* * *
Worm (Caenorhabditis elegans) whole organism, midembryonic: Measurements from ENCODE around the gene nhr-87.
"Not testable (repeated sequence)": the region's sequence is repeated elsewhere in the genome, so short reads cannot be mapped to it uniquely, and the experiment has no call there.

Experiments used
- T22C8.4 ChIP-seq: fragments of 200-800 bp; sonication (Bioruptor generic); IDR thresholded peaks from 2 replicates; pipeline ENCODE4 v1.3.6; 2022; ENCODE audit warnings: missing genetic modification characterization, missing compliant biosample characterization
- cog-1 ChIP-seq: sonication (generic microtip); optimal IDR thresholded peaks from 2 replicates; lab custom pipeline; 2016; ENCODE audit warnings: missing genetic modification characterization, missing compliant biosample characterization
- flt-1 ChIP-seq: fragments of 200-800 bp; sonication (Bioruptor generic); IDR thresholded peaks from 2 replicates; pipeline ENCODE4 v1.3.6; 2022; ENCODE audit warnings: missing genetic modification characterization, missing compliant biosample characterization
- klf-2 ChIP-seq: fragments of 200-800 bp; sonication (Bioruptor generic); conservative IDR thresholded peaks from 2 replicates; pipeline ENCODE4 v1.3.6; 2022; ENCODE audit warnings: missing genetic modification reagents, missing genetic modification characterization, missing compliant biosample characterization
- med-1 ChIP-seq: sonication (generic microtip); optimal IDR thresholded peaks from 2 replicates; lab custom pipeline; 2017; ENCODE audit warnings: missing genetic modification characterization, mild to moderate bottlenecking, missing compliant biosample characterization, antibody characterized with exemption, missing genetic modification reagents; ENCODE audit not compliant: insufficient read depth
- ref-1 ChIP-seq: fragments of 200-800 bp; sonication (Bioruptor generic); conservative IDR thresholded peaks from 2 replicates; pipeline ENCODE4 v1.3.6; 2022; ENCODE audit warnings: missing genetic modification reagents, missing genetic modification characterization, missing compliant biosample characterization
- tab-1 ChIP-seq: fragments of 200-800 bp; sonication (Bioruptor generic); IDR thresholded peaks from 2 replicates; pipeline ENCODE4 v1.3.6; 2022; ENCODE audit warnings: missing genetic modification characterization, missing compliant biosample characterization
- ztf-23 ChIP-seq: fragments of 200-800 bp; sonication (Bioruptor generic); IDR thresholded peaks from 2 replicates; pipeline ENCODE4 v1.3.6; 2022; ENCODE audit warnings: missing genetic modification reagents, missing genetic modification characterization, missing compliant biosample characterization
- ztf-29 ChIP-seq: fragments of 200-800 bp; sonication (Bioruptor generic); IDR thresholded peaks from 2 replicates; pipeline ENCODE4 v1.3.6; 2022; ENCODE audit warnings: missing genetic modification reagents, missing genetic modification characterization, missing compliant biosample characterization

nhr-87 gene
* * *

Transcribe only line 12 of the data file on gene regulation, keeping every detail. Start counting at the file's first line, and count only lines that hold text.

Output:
- ztf-29 ChIP-seq: fragments of 200-800 bp; sonication (Bioruptor generic); IDR thresholded peaks from 2 replicates; pipeline ENCODE4 v1.3.6; 2022; ENCODE audit warnings: missing genetic modification reagents, missing genetic modification characterization, missing compliant biosample characterization